[Growing up] we were expected always to assume that there is a better way of doing things if you only bother to look for it. That’s the spirit I believe is right at the heart of Liberalism … The Liberal Democrats have always been an anti-establishment party, demanding change right at the top and campaigning for power to be taken out of the hands of the elites.
Those interested in the balance between social and economic liberalism in the party will note the David Howarth-style approach of taking one as a means to the other when Clegg says:
You are only free to do things you are capable of doing – things for which you have the resources and understanding. So any effort to increase freedom must also increase people’s capacity, resources and understanding.
This squaring of the circle continues in Danny Alexander’s piece which, coming from the chair of the group writing the party’s manifesto, gives a clear indication of what its priorities will be.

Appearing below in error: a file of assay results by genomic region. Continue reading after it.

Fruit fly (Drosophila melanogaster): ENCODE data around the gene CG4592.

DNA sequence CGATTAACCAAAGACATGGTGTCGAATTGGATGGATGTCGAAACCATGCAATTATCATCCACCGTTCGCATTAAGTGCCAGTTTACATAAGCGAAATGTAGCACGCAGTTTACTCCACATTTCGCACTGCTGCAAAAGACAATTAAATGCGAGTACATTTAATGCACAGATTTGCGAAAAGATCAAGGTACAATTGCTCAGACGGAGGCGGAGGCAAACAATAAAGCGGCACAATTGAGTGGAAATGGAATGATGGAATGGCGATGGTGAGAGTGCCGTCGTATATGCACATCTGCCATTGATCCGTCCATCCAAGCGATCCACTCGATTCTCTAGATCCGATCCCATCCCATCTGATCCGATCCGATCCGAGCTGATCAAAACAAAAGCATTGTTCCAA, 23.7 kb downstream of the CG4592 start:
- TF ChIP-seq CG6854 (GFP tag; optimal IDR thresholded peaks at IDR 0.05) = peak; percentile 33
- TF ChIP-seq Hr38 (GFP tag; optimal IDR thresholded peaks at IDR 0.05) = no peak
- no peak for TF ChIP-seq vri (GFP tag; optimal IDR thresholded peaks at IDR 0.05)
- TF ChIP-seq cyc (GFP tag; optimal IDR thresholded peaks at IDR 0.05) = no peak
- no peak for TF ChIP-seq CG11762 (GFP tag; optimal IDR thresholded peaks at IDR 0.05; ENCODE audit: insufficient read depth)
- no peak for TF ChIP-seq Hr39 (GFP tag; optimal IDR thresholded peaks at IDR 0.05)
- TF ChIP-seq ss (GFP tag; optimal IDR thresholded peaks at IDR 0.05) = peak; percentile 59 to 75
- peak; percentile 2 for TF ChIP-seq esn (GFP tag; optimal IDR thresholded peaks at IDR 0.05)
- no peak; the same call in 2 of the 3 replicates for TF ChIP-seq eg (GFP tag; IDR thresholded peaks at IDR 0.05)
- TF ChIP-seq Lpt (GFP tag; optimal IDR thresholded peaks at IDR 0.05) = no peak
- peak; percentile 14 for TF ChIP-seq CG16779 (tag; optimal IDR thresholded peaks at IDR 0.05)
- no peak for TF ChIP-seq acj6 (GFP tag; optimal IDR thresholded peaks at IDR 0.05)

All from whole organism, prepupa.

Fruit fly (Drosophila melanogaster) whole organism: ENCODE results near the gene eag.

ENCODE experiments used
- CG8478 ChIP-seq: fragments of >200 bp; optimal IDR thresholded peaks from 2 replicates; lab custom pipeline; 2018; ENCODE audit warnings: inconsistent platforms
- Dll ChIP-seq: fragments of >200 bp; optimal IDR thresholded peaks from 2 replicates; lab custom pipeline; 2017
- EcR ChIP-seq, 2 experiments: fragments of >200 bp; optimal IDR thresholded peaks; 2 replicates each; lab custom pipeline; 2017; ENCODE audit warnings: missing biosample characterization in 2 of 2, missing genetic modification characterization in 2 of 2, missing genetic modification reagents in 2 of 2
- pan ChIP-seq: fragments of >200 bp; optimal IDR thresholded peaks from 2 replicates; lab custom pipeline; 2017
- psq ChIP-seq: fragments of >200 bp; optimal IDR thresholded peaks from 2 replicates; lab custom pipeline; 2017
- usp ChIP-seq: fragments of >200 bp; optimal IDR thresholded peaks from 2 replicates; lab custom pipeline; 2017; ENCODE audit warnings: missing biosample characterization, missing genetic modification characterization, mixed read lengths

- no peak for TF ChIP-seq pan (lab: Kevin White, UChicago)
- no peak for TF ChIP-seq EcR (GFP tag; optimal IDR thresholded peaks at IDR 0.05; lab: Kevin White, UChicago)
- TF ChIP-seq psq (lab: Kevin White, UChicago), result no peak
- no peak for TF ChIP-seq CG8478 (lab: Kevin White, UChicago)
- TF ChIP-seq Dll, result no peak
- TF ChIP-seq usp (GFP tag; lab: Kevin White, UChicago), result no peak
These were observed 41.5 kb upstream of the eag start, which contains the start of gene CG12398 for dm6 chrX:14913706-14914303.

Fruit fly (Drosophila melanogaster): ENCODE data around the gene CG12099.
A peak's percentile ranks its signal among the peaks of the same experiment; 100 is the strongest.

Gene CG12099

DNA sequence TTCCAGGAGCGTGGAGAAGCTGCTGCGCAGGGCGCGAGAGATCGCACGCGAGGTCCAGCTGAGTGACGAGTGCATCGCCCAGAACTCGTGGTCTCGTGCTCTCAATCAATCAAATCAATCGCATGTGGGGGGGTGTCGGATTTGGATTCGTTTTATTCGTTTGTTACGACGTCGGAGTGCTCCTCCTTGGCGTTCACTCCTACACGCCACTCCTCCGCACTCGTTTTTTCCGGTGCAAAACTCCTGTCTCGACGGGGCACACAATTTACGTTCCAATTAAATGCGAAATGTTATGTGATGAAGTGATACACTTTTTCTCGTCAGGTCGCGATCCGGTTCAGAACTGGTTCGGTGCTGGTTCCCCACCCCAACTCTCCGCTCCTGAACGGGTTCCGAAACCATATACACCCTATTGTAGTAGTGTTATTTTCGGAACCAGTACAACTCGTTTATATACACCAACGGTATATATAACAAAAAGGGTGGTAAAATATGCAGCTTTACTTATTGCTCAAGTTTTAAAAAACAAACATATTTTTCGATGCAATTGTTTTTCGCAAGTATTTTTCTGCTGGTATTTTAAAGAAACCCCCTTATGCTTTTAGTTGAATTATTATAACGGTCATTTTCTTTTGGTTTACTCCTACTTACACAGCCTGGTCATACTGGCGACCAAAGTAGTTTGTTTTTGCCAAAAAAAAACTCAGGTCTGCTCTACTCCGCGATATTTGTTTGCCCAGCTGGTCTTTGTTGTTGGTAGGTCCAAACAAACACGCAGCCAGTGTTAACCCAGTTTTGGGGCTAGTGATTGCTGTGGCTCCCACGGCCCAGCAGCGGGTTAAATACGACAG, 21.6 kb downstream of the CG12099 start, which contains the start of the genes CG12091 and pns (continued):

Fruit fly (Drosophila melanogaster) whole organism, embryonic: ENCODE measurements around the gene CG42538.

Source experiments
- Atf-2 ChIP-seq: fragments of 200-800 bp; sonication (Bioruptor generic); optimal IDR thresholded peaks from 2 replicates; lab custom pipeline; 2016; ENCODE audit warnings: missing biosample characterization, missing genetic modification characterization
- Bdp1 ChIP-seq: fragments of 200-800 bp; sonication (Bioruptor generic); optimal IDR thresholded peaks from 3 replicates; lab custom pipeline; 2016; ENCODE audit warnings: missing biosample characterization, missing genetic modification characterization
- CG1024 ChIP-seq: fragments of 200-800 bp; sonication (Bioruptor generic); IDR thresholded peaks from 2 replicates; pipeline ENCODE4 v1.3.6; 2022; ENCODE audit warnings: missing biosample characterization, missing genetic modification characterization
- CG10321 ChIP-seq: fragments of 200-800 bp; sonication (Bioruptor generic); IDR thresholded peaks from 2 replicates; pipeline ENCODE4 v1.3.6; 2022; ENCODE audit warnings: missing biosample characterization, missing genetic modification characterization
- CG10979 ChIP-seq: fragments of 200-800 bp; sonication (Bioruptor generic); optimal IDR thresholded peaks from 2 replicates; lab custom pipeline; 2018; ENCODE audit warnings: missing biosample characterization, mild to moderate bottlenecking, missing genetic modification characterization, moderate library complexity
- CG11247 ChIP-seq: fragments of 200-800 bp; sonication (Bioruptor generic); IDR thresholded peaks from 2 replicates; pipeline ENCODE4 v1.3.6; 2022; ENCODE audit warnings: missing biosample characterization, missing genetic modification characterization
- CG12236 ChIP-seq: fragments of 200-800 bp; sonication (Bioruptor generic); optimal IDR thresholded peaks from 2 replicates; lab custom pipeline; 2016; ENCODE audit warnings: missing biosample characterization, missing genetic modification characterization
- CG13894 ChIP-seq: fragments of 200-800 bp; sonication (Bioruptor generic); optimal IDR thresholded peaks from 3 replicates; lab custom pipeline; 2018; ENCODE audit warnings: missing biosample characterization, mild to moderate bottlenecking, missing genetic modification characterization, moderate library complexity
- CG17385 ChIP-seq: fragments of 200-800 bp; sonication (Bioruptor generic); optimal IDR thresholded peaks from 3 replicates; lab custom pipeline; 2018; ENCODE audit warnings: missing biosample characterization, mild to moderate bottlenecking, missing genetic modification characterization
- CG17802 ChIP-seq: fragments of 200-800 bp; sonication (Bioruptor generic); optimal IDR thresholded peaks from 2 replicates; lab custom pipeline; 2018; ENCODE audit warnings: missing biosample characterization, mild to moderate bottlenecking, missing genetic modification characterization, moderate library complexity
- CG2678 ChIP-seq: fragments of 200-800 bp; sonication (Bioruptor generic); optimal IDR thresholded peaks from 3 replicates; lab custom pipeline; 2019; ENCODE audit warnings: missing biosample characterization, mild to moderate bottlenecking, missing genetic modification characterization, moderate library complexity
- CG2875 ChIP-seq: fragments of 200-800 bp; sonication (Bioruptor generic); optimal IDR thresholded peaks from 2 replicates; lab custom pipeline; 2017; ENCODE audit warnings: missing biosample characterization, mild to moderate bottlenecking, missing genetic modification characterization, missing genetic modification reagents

Lib Dem policy priorities
The first specific policy statement to get a mention is the plan to make our tax system fairer, including raising the income tax threshold to £10,000 – a tax cut which appeals to economic liberals and whose primary target (taking the lowest paid out of income tax completely) appeals to social liberals. It will be paid for by, yes, a mansion tax (though in a rather modified form from the original proposals of autumn 2009) and by closing tax loopholes for the richest.
1992 rides again
Fair taxes, better education, more generous pensions, economic recovery, political reform and a green tinge to it all are the policy areas picked out with specific proposals in Danny Alexander’s piece. For those with long policy memories in the party, it’s the 5Es of 1992 all over again, save with Europe dropped for pensions. And with added, souped up Vince Cable.
Although the chapters that follow are from a wide range of authors, they form a coherent whole – presenting views of a range of experts but with a common set of liberal values frequently stated and applied. This is not a collection of technocrats all saying “we should get things right”; it’s a collection of experts all saying “liberalism is the solution”.